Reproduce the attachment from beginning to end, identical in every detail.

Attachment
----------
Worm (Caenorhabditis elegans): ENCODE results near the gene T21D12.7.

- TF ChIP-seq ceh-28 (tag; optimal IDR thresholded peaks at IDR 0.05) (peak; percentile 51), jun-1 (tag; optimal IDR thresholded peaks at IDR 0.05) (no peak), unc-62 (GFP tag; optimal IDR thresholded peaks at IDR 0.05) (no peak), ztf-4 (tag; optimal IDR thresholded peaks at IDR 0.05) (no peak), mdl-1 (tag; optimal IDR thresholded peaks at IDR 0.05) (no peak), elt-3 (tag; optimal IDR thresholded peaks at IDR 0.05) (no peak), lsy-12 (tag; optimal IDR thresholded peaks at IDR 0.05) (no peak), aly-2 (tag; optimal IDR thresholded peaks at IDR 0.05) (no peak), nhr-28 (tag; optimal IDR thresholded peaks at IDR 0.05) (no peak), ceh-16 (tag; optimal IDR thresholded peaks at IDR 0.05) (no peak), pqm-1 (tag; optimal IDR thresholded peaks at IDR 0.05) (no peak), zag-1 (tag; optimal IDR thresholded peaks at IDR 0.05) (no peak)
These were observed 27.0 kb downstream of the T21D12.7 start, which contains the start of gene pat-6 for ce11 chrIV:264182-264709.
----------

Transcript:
Worm (Caenorhabditis elegans): ENCODE results near the gene T21D12.7.

- TF ChIP-seq ceh-28 (tag; optimal IDR thresholded peaks at IDR 0.05) (peak; percentile 51), jun-1 (tag; optimal IDR thresholded peaks at IDR 0.05) (no peak), unc-62 (GFP tag; optimal IDR thresholded peaks at IDR 0.05) (no peak), ztf-4 (tag; optimal IDR thresholded peaks at IDR 0.05) (no peak), mdl-1 (tag; optimal IDR thresholded peaks at IDR 0.05) (no peak), elt-3 (tag; optimal IDR thresholded peaks at IDR 0.05) (no peak), lsy-12 (tag; optimal IDR thresholded peaks at IDR 0.05) (no peak), aly-2 (tag; optimal IDR thresholded peaks at IDR 0.05) (no peak), nhr-28 (tag; optimal IDR thresholded peaks at IDR 0.05) (no peak), ceh-16 (tag; optimal IDR thresholded peaks at IDR 0.05) (no peak), pqm-1 (tag; optimal IDR thresholded peaks at IDR 0.05) (no peak), zag-1 (tag; optimal IDR thresholded peaks at IDR 0.05) (no peak)
These were observed 27.0 kb downstream of the T21D12.7 start, which contains the start of gene pat-6 for ce11 chrIV:264182-264709.